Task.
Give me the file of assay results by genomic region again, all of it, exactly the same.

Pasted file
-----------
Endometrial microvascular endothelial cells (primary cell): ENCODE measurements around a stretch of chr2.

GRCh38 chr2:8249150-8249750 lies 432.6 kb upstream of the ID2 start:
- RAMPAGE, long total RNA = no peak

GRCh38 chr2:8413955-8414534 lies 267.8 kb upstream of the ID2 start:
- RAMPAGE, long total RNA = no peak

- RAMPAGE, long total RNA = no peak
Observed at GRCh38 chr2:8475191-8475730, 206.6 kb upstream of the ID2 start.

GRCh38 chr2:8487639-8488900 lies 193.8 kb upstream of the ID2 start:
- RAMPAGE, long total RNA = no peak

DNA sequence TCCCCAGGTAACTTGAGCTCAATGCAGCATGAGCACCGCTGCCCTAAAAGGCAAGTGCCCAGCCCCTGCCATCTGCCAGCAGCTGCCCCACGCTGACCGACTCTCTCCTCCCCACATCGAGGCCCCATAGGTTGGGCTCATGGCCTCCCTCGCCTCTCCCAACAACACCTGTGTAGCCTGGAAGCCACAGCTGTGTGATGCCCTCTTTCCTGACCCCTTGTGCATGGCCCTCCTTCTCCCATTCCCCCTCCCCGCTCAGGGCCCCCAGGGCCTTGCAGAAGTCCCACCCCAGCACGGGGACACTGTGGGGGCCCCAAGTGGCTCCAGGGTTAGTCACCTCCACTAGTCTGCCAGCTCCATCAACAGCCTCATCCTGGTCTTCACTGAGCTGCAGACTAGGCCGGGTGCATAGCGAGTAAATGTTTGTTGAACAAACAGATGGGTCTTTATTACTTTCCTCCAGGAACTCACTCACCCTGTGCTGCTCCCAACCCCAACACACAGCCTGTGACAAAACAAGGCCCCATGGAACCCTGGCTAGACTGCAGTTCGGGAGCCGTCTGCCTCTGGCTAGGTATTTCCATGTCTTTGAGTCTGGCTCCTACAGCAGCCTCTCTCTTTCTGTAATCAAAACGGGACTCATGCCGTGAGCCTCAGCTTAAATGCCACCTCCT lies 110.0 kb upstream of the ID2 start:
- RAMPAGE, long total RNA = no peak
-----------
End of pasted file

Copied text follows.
Endometrial microvascular endothelial cells (primary cell): ENCODE measurements around a stretch of chr2.

GRCh38 chr2:8249150-8249750 lies 432.6 kb upstream of the ID2 start:
- RAMPAGE, long total RNA = no peak

GRCh38 chr2:8413955-8414534 lies 267.8 kb upstream of the ID2 start:
- RAMPAGE, long total RNA = no peak

- RAMPAGE, long total RNA = no peak
Observed at GRCh38 chr2:8475191-8475730, 206.6 kb upstream of the ID2 start.

GRCh38 chr2:8487639-8488900 lies 193.8 kb upstream of the ID2 start:
- RAMPAGE, long total RNA = no peak

DNA sequence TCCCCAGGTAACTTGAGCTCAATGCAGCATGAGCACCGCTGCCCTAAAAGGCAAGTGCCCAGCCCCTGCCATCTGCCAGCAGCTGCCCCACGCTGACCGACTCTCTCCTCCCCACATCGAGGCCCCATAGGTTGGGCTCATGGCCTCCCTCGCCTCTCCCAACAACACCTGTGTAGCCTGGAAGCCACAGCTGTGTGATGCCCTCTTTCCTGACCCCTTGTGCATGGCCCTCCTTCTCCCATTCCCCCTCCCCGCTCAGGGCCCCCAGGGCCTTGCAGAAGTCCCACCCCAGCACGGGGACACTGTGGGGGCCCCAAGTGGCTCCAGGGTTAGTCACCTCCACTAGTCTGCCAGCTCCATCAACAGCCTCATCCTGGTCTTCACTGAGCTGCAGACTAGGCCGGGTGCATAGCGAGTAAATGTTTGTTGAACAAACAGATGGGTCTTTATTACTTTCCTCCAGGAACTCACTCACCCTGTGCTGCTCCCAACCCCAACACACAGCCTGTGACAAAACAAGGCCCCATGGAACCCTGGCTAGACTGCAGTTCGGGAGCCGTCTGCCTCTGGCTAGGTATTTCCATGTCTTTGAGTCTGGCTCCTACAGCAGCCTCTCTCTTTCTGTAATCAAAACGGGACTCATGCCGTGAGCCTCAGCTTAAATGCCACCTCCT lies 110.0 kb upstream of the ID2 start:
- RAMPAGE, long total RNA = no peak